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Bonds Add in bond interest ex from book

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Bonds Unit 7 - Investing

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Earnings Money earned through paid employment, as profit, or from investments

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Bonds A loan made by an investor to a government or company with the promise that the principal amount borrowed will be repaid, usually with interest, at a specific time, usually a year or more in the future.

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Bonds Issuer –The government or company that borrows the money Holder –The person or company who purchases the bond

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Bonds Coupons –Interest payments made by the bond issuer to the bond holder Certificate –Documents issued by a government or company that include the name of the issuer, the interest rate and the bond’s maturity date

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How is bond interest calculated? Face amount –The amount of money borrowed by the issuer Coupon rate –The annual percentage interest rate paid on the bond Maturity date –Date by which the issuer must repay the principal amount borrowed

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How is bond interest calculated? If you purchased a $1,000 bond on January 1, 2012 and it was a ten-year bond, the maturity date printed on the bond would be January 1, 2022, which is ten years from the date of issue. When would the first coupon payment be due?

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How is bond interest calculated? You purchased a $10,000 bond with an annual coupon rate of 7.00% for a period of 10 years. How do you calculate the coupon payment? How much money will you make each year from this investment? How much will you receive in total cash payments over the lifetime of the bond?

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How is bond interest calculated? You purchased a $10,000 bond with an annual coupon rate of 7.00% for a period of 10 years. How do you calculate the coupon payment? Coupon payment = $10,000 x 3.5% = $350

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How is bond interest calculated? You purchased a $10,000 bond with an annual coupon rate of 7.00% for a period of 10 years. How much money will you make each year from this investment? Each year you will make $700 (coupon payment x 2)

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How is bond interest calculated? You purchased a $10,000 bond with an annual coupon rate of 7.00% for a period of 10 years. How much will you receive in total cash payments over the lifetime of the bond? 10 years x $700 = $7,000 PLUS Face Amount = $10,000 TOTAL = $17,000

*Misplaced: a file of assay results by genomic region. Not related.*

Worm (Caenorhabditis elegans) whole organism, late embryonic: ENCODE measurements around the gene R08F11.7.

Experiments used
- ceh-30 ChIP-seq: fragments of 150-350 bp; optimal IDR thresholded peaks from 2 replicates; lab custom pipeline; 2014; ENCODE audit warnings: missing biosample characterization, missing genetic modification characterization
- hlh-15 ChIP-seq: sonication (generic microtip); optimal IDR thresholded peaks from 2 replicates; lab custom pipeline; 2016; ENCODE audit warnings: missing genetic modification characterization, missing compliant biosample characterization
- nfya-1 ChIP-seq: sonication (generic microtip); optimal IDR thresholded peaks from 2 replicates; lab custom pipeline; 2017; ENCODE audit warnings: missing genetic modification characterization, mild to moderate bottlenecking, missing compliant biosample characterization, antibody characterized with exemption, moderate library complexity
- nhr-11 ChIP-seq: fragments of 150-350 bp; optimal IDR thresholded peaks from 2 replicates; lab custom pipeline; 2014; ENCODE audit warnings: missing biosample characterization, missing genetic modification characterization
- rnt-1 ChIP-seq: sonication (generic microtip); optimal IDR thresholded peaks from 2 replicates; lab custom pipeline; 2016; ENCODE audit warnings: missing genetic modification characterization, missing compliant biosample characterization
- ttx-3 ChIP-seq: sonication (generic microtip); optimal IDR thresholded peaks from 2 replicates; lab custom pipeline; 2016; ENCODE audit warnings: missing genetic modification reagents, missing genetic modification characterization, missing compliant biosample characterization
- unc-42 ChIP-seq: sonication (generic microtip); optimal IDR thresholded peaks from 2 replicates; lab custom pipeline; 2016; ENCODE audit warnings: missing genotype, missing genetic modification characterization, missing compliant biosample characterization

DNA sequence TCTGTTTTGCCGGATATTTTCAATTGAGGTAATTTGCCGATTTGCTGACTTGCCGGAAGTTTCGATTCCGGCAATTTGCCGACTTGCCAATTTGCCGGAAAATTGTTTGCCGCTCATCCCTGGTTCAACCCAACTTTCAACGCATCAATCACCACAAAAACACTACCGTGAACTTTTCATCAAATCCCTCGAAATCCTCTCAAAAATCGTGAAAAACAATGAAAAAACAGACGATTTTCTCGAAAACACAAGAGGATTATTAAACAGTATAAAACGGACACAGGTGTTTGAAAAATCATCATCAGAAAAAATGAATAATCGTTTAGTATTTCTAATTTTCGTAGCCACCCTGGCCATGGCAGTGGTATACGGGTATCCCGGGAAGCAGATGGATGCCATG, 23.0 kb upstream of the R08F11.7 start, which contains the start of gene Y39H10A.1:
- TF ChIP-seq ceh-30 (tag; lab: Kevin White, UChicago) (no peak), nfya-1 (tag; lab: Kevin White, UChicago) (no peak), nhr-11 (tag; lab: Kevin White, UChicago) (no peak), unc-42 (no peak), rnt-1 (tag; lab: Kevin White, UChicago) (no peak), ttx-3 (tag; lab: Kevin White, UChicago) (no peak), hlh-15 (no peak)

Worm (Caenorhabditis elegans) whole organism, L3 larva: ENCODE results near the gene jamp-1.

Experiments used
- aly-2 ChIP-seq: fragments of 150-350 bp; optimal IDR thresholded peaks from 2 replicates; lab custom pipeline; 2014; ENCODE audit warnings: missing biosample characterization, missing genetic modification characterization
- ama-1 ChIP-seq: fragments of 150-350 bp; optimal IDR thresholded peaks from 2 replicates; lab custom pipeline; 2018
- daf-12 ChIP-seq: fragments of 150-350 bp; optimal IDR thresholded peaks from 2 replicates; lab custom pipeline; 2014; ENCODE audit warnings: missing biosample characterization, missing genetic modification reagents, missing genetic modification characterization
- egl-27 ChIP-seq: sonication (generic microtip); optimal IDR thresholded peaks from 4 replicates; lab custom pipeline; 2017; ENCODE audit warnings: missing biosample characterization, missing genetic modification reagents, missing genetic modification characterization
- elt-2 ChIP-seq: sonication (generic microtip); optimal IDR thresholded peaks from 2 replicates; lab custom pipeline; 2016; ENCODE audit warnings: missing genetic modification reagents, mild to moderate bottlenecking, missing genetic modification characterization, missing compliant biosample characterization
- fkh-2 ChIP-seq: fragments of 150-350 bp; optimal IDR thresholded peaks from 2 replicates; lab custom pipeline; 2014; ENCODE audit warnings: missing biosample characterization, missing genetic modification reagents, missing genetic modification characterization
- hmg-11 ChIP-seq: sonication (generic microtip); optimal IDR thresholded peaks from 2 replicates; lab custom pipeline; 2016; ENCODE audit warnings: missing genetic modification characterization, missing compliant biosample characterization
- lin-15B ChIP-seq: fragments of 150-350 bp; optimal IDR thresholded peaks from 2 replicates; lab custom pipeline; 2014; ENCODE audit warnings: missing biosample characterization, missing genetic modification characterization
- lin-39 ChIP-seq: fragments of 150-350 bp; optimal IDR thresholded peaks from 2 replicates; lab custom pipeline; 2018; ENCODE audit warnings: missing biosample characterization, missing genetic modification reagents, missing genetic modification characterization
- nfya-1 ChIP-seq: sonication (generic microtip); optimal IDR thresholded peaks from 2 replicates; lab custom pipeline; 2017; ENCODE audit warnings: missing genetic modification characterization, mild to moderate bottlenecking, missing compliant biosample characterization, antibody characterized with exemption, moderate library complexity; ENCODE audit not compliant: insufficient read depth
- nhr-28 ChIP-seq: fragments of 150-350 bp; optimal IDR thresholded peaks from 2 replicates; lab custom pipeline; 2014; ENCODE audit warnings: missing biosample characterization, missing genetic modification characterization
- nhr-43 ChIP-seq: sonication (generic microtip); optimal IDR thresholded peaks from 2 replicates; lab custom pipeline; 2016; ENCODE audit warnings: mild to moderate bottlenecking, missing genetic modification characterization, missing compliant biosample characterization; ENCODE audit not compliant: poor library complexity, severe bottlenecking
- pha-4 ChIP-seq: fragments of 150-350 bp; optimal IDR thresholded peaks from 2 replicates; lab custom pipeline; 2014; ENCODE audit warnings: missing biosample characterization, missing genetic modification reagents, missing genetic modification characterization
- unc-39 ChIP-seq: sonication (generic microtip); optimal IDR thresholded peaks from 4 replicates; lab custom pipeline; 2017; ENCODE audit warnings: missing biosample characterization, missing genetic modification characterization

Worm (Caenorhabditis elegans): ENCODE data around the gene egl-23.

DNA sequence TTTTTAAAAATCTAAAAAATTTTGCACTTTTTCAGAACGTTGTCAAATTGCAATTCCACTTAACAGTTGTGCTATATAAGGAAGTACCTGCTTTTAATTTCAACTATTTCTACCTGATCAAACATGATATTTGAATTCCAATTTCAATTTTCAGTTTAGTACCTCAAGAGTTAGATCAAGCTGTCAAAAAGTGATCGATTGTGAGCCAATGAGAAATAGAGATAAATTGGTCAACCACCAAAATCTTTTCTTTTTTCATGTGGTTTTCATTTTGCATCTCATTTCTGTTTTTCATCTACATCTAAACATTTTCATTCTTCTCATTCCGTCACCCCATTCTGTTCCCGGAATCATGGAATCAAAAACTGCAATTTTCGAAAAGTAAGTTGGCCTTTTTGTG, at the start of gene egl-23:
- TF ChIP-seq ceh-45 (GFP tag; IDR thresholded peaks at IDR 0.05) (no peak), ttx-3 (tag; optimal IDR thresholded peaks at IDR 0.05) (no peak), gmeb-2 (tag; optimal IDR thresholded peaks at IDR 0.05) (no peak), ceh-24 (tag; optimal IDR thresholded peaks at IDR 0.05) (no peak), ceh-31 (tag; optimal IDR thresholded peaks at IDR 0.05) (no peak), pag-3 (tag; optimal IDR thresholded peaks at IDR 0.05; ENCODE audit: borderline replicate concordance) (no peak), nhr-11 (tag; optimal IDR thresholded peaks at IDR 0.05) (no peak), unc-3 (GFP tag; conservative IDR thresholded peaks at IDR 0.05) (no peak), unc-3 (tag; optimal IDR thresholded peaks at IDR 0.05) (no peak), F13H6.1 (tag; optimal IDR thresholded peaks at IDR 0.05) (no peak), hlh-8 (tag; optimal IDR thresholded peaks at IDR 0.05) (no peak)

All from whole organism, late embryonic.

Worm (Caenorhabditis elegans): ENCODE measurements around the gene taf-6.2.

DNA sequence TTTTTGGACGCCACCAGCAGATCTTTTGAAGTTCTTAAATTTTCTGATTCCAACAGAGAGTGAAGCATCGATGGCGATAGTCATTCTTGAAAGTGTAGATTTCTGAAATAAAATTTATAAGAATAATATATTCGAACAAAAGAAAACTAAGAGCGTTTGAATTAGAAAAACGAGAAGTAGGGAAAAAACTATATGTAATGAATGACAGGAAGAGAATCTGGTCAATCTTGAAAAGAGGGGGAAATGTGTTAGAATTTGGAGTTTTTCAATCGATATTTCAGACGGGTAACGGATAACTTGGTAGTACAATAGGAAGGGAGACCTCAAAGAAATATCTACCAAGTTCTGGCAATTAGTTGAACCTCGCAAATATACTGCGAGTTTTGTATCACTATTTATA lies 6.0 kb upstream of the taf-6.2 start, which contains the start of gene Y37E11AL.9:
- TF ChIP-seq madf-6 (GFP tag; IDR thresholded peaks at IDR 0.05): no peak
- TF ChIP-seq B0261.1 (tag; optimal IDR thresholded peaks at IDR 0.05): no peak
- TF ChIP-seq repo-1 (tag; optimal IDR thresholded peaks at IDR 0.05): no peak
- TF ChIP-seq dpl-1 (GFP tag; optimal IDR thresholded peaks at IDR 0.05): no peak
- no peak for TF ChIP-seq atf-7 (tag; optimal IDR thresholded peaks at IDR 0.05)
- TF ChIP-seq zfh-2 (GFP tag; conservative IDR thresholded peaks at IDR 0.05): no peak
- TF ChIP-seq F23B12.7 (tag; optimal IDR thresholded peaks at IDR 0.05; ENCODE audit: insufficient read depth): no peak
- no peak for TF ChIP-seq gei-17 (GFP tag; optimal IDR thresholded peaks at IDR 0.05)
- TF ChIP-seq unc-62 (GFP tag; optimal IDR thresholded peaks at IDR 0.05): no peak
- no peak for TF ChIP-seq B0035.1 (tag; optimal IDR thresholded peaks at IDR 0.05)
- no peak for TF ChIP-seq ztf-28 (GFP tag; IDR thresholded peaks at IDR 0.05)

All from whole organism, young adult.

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Stocks Unit 7 - Investing

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Stock –Ownership in a corporation Share –A unit of stock owned by an investor –Example – a company has 10,000 share of stock and you own 1,000. How much of the company to you own? 10% of the company!

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Stock Shareholder –A person who owns one or more shares of stock Portfolio –Collection of investments owned by an investor

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Stock Pg. 10 – Examples and Practice Pg. 11 – Trading Shares Pg. 11 – Dividend Distribution

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Stock Dividend –Amount of money an investor is paid for each share of stock owned in a company –Total amount of profit / Total shares in company – Dividend = $480 / 20 – Dividend = $24 per share

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Daily Stock Market Information Risk –Likelihood of suffering losses or earning less than expected on financial investments Volatile –The higher the volatility, the riskier the investment.

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Daily Stock Market Information Annual Dividend Yield –Sum of the quarterly dividend’s paid for the year divided by the price per share of a particular stock –Pg. 15 Example

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Stock Price Indices Stock Price Index –Represents the combined price performance of a large number of stocks –Pg. 16 Market Examples

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Mutual Funds Unit 7 - Investing

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Mutual Funds Diversify –Put money into a variety of investments –You should have at least 15 different stocks in your portfolio

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Mutual Funds –A portfolio of many different investments managed by professionals and subject to laws and regulations designed to protect individual investors –Include stocks, bonds or both

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Mutual Funds Asset –Anything you own in which a monetary value can be assigned –Stocks and bonds in mutual funds Asset allocation (asset mix) –A way to divide investments to minimize risk and maximize return

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Asset Allocation

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Mutual Funds Sales load –A fee charged when you invest in the mutual fund –Pg. 20 Net investment –Money placed in the fund after the sales load has been deducted

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Mutual Funds Mutual fund shares –A very small fraction of each individual stock or bond in the fund Net asset value –The price at which you can buy or sell one share of the mutual fund

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Purchasing Power The value of money based on the amount and quality of goods and services it can buy

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